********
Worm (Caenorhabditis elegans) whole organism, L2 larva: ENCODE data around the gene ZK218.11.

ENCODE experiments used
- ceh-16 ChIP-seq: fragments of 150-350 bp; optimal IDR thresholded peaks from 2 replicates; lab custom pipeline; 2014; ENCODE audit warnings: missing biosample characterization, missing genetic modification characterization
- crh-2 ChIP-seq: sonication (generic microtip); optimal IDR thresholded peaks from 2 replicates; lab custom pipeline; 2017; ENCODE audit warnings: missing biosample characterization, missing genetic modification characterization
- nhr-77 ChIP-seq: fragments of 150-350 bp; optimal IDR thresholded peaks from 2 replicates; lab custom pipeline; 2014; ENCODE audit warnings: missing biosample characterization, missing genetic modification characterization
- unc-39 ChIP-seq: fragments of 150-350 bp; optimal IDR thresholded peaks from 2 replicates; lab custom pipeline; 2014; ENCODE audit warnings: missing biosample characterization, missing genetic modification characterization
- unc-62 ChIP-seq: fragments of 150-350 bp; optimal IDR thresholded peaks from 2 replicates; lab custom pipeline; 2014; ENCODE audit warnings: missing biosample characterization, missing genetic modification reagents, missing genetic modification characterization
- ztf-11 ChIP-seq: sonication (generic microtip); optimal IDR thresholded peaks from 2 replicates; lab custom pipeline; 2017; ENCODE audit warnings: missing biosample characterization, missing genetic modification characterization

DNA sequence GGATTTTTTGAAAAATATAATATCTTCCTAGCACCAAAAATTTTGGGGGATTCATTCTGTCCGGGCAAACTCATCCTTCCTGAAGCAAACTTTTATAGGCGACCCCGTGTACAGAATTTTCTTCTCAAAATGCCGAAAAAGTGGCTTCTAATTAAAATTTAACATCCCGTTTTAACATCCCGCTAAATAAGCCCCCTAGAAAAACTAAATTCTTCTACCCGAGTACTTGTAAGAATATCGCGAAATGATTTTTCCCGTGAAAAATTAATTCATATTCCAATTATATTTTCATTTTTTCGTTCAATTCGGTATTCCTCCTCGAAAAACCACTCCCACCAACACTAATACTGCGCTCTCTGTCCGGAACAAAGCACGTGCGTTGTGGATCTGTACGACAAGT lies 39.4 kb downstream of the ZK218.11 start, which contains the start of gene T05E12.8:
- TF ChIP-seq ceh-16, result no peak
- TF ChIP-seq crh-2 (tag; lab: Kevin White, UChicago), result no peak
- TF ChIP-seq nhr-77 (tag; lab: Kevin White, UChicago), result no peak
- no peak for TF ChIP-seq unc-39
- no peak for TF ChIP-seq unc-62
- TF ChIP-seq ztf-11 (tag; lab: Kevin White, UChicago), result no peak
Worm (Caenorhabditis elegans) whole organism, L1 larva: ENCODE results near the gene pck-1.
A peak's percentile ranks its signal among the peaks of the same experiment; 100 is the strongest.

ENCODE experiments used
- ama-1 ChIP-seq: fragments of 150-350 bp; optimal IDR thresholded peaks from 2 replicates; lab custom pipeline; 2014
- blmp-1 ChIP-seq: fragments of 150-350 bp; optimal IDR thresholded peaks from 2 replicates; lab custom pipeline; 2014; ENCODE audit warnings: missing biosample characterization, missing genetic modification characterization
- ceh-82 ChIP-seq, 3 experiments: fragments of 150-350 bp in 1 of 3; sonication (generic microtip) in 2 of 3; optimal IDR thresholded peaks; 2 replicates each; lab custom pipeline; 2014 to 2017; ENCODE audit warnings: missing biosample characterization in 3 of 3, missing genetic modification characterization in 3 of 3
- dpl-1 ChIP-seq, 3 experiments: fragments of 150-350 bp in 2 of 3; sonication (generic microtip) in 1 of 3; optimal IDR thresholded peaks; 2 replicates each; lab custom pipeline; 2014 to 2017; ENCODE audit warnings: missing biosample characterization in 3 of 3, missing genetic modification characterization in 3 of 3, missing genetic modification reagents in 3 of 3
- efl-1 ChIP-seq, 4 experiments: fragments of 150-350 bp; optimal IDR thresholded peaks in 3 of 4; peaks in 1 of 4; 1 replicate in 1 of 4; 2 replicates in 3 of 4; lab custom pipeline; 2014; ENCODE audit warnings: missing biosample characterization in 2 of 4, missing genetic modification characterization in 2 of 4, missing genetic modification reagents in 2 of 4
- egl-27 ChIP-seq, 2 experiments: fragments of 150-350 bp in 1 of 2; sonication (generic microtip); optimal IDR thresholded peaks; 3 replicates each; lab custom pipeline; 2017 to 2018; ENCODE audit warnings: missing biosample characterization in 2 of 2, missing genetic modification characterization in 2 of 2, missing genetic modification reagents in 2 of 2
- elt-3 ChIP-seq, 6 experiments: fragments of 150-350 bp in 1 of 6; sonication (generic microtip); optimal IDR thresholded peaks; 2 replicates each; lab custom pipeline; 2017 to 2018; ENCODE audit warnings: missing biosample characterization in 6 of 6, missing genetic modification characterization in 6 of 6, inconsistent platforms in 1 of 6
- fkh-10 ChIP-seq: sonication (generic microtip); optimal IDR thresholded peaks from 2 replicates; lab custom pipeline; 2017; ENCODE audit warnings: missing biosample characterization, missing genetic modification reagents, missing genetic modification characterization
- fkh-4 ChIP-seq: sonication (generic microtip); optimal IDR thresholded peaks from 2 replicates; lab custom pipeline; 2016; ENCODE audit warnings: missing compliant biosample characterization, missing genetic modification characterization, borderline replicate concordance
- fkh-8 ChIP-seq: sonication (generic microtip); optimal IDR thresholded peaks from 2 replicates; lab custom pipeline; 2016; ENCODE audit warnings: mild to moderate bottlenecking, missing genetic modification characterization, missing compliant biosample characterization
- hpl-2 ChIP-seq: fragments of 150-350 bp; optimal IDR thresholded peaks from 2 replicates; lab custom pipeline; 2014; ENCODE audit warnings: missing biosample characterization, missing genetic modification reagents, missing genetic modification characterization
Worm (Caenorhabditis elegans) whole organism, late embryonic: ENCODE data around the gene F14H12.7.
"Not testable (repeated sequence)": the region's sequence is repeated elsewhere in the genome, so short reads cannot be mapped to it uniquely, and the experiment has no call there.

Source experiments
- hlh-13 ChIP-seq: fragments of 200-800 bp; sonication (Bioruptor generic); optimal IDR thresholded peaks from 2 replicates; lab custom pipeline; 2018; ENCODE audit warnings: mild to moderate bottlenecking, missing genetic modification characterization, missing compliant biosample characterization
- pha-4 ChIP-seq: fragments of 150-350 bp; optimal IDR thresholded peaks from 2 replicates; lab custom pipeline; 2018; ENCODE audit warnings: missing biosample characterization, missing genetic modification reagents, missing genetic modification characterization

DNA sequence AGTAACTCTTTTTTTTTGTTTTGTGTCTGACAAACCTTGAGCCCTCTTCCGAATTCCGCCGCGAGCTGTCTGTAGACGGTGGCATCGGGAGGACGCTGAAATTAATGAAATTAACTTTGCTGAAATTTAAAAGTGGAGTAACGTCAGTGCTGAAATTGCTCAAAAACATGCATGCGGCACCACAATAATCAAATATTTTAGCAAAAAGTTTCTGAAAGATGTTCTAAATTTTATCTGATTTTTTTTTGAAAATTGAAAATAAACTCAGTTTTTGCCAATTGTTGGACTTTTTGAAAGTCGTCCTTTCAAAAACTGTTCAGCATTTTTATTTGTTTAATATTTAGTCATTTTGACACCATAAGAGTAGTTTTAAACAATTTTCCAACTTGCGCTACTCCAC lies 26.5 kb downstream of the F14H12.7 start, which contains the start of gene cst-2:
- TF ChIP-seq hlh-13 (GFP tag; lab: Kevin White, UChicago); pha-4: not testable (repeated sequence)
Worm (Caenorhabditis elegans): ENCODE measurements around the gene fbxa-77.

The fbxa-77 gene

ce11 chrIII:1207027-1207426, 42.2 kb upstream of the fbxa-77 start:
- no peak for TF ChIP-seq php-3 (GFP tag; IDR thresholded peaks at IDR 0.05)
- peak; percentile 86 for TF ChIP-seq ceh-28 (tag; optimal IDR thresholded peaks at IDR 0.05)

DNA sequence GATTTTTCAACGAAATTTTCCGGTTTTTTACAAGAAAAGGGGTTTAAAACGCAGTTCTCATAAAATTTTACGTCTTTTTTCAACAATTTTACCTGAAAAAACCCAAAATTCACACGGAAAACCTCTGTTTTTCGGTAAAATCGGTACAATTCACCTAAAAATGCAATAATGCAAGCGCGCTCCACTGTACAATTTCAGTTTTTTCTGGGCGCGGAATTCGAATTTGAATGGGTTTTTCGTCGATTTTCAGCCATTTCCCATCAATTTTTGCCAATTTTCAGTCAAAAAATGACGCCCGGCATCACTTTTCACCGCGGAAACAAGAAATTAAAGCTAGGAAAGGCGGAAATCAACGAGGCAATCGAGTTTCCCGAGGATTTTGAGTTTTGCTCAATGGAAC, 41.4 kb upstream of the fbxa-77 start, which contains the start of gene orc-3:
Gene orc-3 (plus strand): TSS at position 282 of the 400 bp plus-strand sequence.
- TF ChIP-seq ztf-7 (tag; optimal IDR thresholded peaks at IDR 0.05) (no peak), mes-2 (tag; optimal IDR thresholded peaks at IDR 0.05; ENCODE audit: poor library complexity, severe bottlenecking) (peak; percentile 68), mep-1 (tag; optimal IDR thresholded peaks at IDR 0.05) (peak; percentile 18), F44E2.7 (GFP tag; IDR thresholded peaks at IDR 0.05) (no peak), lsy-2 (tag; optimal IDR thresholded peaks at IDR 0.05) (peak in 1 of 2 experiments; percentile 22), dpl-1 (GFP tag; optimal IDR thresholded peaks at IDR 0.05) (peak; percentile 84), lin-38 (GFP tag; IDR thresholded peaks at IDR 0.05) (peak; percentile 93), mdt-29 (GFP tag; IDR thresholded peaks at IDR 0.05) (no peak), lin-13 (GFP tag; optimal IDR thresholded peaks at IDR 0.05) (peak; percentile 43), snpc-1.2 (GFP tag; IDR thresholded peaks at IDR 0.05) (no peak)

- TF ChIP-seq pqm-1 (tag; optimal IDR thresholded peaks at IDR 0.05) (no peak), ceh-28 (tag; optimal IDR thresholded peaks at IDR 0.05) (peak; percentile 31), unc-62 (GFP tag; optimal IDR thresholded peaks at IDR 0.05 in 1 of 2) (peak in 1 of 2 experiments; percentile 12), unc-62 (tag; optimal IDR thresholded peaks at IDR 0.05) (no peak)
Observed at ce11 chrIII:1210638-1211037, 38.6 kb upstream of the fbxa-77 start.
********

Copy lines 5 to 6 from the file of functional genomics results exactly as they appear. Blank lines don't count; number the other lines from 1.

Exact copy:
- nhr-77 ChIP-seq: fragments of 150-350 bp; optimal IDR thresholded peaks from 2 replicates; lab custom pipeline; 2014; ENCODE audit warnings: missing biosample characterization, missing genetic modification characterization
- unc-39 ChIP-seq: fragments of 150-350 bp; optimal IDR thresholded peaks from 2 replicates; lab custom pipeline; 2014; ENCODE audit warnings: missing biosample characterization, missing genetic modification characterization